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Fire Safety Management and Emergency Plan Guide

schedule 7th August 2019 by Virtual College in Health and Safety Last updated on 8th August 2019


What does my business need to build an emergency plan?

Accidental fires are a relatively uncommon occurrence, but they can cripple small to medium-sized businesses, and many small businesses involved in a fire do not recover, closing within a few years of the event. Fires also put the lives of your staff at risk, and may expose you to costly lawsuits so it’s always worth learning about fire safety management, and putting together a sound emergency plan.

This article walks you through a three step process that’s designed to help you start building your own processes and protocols.

Step 1: Conduct a fire safety risk assessment

UK fire law Regulatory Reform (Fire Safety) Order 2005 lays out how businesses can comply with the law. One of their requirements is for businesses to carry out risk assessments, as they recognise just how essential they are to fire safety.

All good safety management strategies start with a thorough risk assessment. These assessments are designed to help you identify: 

  • Current and pre-existing fire hazards (including ignition sources and fuel sources)
  • The people who will be most at risk during a fire
  • The effectiveness of pre-existing fire protection equipment

Your fire risk assessment will also help you to work out what preventative action you need to take, and expose any weaknesses in your pre-existing fire management strategy.

More importantly, a thorough fire safety risk assessment will allow you to analyse your existing emergency plans in some detail, which will help you to formulate a more robust strategy in the future.

Step 2: Mitigate or remove potential risks

Once you’ve performed a thorough fire risk assessment, you can start taking steps to mitigate any fire hazards. This process is highly dependent on the type of business you run, but the Chief Fire Officers’ Association (CFOA) suggest that all businesses consider:

  • Steps that will reduce the number of ignition sources and/or fuel sources present on the premises, which might mean updating furnishings, upgrading machinery or altering business processes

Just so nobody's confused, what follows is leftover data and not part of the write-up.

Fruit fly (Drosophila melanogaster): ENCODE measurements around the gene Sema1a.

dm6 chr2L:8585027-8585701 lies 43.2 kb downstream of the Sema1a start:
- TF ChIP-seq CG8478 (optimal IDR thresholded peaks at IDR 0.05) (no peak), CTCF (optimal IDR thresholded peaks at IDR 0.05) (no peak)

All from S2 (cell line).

• Ways to separate ignition sources from flammable materials, which might mean isolating certain business processes or ensuring that all staff have proper fire safety training

If you’re using protective equipment like smoke alarms, fire extinguishers or emergency lighting, the CFAO also recommend that you organising regular, scheduled testing of all fire safety equipment, to ensure that you’re prepared in the event of a fire.

Step 3: Create a detailed emergency plan

Once you’ve performed a risk assessment and taken steps to reduce the chances of a fire breaking out, you will need to spend some time devising a robust emergency plan.

An emergency plan (sometimes called a fire evacuation emergency plan or FEEP) is normally a step-by-step outline of the actions that need to be taken in the event of a fire, including information on how to respond to alarms, how to evacuate the building and when to call emergency services. A good FEEP will also ensure that your staff know how to act in a fire.

If you’re putting together your own emergency plan, you should consider: 

  • Your strategy for evacuating staff, customers and contractors in the event of a fire (including details of emergency escape routes so that staff can familiarise themselves with key egress points and respond properly in the event of a fire) 
  • The action you want people to take on discovering a fire (eg. triggering alarms and beginning the evacuation process 
  • The action you want people to take when they hear the fire alarm 
  • How people are supposed to identify escape routes (eg. the presence of warning signs or safety notices) 
  • Who is responsible for calling the fire brigade, and when they should do so 
  • How to isolate and switch off power to the building, or power to key machines/areas 
  • Where you want people to gather during a fire (assembly places) and who you want to conduct a roll call 
  • Where people can find fire fighting or protection equipment 

Your emergency plan should also contain details of your fire wardens/marshal, and your emergency service liaison so that people know who to contact in the event of a fire.

It’s also vital that staff receive proper training on fire safety.

If you’d like to learn more about creating your own emergency fire plan, or you feel that you would benefit from additional fire safety training, you might be interested in our fire safety training course for fire marshals and wardens, which you can find here.

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Author: Virtual College

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